So Columbia put applicants through a battery of psychological and physical tests, which helped it identify — and weed out — Jews. "Columbia can select exactly the applicants it desires, keep the Jewish quota down to the fractional percentage it may determine, and defy anyone to slip by unnoticed," two critics wrote in 1931. "If Columbia fails to produce the bulk of the nation’s future leaders, it will be a discouraging blow to human foresight."

In 1978, ironically, the Supreme Court would invoke similar language in upholding affirmative action for underrepresented minorities. "The nation’s future depends upon leaders trained through a wide exposure to the ideas and mores of students as diverse as this Nation of many peoples," the court declared in Regents of the University of California v. Bakke. The court allowed colleges to use race and ethnicity in admissions, not to keep out minorities — as in earlier eras — but to enhance their numbers.

Writing on the cusp of this decision, Harold Wechsler understood that it raised as many questions as it answered. Which minorities would receive a leg up in admissions, and why? What role would academic standards play in the process, and how would they be measured? And, most of all, how would colleges integrate their increasingly diverse student bodies?

In a graceful new epilogue to a 2014 edition of The Qualified Student, Wechsler acknowledged that the wish to promote diversity had produced some unforeseen outcomes. Asian-American applicants had to score considerably higher on standardized tests than white students to get into elite colleges, leading some critics to charge that the institutions had replaced the old anti-Jewish quotas with anti-Asian ones. There were just too many strong Asian students, the argument went, so we had to limit their admission in order to bring in others.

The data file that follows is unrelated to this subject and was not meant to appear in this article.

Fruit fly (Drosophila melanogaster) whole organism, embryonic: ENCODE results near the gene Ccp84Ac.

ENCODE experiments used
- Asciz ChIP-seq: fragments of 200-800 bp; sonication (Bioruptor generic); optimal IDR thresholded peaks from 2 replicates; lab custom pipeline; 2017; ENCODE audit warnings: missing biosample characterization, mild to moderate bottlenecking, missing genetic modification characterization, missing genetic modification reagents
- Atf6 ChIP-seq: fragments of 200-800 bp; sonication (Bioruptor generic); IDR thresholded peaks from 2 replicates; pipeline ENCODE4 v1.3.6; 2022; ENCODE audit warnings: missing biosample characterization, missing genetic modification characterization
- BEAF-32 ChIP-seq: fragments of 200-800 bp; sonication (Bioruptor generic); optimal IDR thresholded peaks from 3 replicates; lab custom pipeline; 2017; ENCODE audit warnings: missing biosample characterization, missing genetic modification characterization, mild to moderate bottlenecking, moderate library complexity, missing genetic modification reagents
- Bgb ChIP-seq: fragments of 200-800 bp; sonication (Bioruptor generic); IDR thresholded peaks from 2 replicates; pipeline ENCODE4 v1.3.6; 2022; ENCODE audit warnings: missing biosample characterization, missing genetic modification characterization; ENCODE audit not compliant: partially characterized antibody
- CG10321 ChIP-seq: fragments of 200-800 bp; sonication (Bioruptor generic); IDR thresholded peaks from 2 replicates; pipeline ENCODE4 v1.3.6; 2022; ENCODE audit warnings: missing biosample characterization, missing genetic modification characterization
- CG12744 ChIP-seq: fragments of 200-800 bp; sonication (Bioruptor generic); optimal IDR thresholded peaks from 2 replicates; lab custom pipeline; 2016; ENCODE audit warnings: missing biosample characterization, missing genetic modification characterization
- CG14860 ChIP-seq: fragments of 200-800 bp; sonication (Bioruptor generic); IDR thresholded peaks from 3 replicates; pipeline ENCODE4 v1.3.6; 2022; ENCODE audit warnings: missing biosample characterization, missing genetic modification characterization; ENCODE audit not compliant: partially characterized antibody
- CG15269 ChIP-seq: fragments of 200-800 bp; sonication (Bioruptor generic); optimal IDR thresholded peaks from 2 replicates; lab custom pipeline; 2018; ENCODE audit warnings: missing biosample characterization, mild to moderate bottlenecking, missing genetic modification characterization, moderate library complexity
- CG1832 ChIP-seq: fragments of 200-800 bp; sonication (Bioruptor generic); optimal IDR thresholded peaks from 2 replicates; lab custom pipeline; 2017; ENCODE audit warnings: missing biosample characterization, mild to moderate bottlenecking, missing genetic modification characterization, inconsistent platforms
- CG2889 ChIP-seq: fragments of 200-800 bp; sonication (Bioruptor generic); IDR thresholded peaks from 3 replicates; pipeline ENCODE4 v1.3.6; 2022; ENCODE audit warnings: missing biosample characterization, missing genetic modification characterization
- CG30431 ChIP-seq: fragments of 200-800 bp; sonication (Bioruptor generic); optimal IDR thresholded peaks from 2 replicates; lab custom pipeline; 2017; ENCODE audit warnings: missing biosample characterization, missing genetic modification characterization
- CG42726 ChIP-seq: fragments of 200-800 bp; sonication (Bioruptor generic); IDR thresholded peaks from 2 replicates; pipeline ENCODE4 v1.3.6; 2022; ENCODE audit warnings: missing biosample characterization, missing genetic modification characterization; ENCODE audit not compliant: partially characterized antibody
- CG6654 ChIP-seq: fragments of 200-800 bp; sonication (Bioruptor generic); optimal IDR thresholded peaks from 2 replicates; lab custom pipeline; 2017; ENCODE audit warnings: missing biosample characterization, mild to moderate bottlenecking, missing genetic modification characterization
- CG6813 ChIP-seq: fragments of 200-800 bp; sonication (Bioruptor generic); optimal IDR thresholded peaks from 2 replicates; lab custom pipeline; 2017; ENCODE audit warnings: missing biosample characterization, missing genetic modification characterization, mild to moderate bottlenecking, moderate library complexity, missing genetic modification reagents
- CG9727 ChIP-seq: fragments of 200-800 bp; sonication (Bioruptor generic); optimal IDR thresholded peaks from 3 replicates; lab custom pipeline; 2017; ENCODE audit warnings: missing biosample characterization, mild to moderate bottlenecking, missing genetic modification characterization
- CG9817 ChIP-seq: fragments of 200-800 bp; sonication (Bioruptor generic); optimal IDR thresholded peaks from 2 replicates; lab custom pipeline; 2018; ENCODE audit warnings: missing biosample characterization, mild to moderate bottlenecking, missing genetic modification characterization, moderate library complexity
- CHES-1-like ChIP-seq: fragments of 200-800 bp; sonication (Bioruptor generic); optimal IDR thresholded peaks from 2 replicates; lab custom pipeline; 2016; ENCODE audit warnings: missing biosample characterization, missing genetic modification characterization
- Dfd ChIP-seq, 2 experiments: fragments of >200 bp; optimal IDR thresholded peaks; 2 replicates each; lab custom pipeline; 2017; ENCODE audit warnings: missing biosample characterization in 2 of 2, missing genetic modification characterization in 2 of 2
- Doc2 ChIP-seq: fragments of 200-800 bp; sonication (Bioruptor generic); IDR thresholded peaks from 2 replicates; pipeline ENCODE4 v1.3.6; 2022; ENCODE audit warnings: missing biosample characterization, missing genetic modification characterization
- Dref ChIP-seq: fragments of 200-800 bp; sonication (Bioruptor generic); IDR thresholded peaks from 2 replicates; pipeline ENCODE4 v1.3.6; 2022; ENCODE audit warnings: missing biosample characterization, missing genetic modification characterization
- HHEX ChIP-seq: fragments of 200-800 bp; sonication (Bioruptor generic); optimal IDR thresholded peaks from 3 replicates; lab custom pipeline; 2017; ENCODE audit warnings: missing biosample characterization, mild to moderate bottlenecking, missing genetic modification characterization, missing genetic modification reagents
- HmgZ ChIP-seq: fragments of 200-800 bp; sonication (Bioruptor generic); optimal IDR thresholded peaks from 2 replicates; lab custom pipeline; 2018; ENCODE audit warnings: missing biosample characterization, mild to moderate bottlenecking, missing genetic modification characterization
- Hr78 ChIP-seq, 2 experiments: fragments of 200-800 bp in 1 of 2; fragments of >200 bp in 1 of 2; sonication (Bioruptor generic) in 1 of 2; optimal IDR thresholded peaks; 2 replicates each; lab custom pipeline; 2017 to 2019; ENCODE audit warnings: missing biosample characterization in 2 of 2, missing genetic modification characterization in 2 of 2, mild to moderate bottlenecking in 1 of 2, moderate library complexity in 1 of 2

Most bizarrely, some colleges gave preference to men over women. High-school girls study more than boys do; not surprisingly, they also receive better grades. But some colleges feared that admitting heavily female classes would eventually lead high-achieving women to look elsewhere, just as A. Lawrence Lowell worried that Jews would eschew a college with too many Jewish students.

So some institutions established affirmative action for men, although we rarely call it that. In 2014, a Washington Post study showed that 64 selective schools — including Brown, Wesleyan, and Tufts — had higher admission rates for male applicants than for female ones. Most of all, though, Wechsler worried that colleges had never really accepted the diverse students in their midst.

At the time of his death, he was completing a broader history of minority access in American higher education. Its title, Unwelcome Guests, spoke to Wechsler’s most heartfelt concern: that despite lots of rhetoric about "celebrating difference," institutions hadn’t shifted their norms and practices to adjust for it.

As Wechsler realized, the enduring myth of Bakke was that bringing together diverse students would automatically enhance their learning and their lives. But the facts said otherwise. Many minority students report feelings of alienation at selective colleges, either because the institutions ignore their distinct needs or because they are asked to serve as "representatives" of their group. And white students often walk on eggshells, fearful of saying the wrong thing about such a hugely fraught subject.

Harold Wechsler was my colleague, and also my dear friend. He was kind and eminently judicious, always listening carefully before he said anything. But when I spoke to him after protests engulfed college campuses in November 2015, he didn’t pull any punches. "Diversity hasn’t worked," he told me, "and we have a lot of hard work to do." It will be harder still, without his gentle guidance. Shalom, Harold. We will miss you.

Jonathan Zimmerman teaches education and history at the University of Pennsylvania. He previously taught at New York University, where he served in the same department as Harold Wechsler. He is the author of Campus Politics: What Everyone Needs to Know (Oxford University Press, 2016).